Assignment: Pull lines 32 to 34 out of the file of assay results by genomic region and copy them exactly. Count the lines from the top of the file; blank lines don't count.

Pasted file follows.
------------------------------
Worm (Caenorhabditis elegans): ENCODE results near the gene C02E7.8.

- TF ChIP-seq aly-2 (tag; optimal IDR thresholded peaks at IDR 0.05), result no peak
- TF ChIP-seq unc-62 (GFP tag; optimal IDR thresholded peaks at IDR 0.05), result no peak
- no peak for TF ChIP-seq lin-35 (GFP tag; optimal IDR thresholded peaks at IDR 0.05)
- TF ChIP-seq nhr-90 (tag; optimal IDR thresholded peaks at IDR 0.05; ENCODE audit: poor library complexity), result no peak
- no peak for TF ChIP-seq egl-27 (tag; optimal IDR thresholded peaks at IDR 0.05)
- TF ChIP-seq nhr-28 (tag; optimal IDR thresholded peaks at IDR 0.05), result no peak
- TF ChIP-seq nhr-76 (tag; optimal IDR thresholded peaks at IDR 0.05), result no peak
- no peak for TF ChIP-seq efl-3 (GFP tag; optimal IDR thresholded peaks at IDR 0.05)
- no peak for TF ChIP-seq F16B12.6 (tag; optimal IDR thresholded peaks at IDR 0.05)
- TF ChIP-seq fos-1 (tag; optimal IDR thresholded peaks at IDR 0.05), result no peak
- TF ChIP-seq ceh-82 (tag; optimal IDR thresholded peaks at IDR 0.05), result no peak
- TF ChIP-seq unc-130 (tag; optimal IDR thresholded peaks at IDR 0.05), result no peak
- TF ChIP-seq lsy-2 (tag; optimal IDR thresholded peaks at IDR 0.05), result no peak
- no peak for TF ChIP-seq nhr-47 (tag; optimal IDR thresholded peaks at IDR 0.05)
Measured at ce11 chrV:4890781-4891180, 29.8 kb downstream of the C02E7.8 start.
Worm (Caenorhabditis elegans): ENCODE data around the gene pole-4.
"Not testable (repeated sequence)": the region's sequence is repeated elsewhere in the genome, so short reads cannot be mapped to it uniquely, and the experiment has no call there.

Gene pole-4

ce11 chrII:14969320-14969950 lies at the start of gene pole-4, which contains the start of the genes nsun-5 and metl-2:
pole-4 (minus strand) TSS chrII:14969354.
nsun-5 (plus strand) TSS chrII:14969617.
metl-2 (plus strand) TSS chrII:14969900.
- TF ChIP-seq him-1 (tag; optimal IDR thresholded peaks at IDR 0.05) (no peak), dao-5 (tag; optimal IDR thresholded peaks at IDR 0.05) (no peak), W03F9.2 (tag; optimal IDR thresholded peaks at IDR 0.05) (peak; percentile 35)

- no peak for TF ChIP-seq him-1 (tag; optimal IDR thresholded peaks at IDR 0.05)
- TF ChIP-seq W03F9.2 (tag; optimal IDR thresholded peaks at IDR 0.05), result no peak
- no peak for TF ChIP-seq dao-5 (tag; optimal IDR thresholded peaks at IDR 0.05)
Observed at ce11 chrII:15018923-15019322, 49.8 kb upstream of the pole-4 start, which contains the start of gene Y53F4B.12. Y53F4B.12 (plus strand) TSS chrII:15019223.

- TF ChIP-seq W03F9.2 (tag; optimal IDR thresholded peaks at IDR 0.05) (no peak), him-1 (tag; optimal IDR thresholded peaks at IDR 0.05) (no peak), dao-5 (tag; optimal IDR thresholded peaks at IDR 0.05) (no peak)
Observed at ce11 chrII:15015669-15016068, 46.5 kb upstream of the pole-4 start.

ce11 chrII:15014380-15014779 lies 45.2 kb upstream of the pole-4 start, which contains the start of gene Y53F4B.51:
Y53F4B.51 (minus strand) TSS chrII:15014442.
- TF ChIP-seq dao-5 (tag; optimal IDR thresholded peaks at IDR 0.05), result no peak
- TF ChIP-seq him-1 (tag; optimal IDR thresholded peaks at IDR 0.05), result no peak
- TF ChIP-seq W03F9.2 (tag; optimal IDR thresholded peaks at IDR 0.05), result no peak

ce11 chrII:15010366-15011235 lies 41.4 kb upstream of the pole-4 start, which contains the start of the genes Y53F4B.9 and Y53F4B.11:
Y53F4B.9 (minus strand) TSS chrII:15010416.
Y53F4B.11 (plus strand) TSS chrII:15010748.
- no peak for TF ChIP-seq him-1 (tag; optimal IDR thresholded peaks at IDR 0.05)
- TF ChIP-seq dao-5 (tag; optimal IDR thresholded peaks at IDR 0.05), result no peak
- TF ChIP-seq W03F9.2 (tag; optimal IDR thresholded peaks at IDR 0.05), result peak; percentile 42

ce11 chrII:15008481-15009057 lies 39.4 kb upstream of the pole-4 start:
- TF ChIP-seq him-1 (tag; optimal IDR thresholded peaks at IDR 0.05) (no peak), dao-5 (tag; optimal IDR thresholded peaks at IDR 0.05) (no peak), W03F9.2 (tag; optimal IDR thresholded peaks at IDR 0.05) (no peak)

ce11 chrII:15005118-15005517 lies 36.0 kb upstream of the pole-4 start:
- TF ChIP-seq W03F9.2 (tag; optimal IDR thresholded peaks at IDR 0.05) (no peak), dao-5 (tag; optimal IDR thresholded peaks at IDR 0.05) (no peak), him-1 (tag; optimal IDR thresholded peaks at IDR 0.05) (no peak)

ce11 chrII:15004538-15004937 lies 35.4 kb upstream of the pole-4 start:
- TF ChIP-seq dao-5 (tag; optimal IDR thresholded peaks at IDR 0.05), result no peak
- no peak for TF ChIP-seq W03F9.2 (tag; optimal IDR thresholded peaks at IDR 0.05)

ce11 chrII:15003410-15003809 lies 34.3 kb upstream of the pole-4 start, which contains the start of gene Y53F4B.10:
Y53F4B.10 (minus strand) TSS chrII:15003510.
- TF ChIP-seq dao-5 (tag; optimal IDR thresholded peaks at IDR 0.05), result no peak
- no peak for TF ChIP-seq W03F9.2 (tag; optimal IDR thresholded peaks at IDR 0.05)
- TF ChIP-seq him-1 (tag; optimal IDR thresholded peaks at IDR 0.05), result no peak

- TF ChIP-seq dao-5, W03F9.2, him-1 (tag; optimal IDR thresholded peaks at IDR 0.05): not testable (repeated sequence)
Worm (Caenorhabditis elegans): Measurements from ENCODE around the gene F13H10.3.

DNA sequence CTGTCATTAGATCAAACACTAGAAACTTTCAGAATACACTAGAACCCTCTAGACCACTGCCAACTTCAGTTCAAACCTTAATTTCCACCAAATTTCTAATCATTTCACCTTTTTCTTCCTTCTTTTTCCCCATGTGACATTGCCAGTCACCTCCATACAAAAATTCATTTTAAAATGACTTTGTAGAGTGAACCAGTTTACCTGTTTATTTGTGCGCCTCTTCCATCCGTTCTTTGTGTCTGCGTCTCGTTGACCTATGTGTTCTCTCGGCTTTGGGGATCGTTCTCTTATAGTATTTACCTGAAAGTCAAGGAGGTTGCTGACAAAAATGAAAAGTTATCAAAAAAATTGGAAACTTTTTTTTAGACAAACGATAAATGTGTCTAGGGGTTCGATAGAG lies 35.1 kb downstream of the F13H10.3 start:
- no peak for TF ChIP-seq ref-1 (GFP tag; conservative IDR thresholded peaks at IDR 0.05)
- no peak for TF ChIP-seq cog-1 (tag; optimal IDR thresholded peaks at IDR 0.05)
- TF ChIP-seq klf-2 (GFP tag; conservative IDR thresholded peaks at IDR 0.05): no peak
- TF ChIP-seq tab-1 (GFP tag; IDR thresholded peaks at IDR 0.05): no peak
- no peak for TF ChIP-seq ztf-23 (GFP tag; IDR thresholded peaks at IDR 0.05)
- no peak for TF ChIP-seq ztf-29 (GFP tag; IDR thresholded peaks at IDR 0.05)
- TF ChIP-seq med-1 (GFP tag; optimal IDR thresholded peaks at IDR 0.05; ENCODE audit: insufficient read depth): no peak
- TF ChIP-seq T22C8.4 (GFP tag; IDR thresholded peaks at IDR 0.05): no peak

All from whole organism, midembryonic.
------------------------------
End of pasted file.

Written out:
Y53F4B.51 (minus strand) TSS chrII:15014442.
- TF ChIP-seq dao-5 (tag; optimal IDR thresholded peaks at IDR 0.05), result no peak
- TF ChIP-seq him-1 (tag; optimal IDR thresholded peaks at IDR 0.05), result no peak